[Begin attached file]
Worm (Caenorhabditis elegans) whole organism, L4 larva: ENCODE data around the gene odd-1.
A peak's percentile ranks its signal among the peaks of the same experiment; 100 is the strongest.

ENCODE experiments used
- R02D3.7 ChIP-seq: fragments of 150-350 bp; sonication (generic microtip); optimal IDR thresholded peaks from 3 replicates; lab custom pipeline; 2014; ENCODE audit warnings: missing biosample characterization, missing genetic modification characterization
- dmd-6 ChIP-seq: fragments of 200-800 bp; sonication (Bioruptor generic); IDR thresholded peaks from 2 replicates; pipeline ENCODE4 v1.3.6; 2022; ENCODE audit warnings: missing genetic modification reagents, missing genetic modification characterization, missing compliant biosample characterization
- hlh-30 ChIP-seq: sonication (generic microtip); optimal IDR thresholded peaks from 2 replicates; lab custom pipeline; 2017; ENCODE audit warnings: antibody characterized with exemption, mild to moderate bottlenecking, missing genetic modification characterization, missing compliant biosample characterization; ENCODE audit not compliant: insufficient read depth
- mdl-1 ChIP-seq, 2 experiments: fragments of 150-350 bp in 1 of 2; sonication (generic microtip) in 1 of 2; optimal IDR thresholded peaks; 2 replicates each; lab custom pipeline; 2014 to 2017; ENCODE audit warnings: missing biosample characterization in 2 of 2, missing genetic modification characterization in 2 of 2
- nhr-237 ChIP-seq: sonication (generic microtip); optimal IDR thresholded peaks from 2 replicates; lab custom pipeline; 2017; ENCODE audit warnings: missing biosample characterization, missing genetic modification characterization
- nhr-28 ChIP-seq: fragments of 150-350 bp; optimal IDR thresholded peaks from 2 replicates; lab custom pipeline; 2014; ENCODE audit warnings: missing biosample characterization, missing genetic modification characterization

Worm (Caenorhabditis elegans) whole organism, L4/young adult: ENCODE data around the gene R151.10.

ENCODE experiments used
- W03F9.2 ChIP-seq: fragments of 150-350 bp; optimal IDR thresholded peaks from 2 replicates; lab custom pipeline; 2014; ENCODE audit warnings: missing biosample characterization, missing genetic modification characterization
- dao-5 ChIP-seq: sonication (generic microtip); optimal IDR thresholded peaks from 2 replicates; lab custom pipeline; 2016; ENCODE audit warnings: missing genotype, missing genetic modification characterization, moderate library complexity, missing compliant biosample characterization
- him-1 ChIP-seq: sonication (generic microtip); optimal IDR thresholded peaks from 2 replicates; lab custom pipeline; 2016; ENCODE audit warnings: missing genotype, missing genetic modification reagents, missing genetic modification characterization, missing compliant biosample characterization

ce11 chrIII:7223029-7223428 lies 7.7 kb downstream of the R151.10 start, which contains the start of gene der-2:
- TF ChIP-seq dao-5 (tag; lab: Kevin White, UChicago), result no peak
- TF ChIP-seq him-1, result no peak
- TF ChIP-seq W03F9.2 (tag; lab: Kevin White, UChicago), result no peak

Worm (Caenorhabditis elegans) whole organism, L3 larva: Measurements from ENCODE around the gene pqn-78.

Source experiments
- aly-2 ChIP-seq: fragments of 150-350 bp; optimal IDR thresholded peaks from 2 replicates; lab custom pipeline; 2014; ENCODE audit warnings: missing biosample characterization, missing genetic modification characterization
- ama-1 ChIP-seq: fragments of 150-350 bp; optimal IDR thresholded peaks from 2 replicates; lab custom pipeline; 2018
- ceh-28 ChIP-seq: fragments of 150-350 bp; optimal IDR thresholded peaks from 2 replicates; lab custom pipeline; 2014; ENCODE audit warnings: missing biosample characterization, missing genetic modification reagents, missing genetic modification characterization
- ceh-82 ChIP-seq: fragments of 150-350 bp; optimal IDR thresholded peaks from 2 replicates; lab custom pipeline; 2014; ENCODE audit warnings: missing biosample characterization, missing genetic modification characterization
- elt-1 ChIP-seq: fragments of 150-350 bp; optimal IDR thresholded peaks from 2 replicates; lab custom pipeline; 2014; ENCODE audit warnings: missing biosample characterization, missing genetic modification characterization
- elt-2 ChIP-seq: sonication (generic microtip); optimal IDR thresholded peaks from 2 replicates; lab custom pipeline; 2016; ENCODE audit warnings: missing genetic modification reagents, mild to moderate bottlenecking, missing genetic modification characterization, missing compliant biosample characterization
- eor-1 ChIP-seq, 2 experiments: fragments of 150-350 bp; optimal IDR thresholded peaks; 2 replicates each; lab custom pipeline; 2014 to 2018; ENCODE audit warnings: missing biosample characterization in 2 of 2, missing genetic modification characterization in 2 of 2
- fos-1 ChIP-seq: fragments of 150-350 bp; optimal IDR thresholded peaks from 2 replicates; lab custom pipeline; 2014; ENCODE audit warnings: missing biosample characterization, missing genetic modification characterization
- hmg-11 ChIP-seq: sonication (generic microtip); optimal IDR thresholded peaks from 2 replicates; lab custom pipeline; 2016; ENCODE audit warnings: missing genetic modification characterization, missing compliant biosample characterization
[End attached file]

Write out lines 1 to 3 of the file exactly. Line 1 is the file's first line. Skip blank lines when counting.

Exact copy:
Worm (Caenorhabditis elegans) whole organism, L4 larva: ENCODE data around the gene odd-1.
A peak's percentile ranks its signal among the peaks of the same experiment; 100 is the strongest.

ENCODE experiments used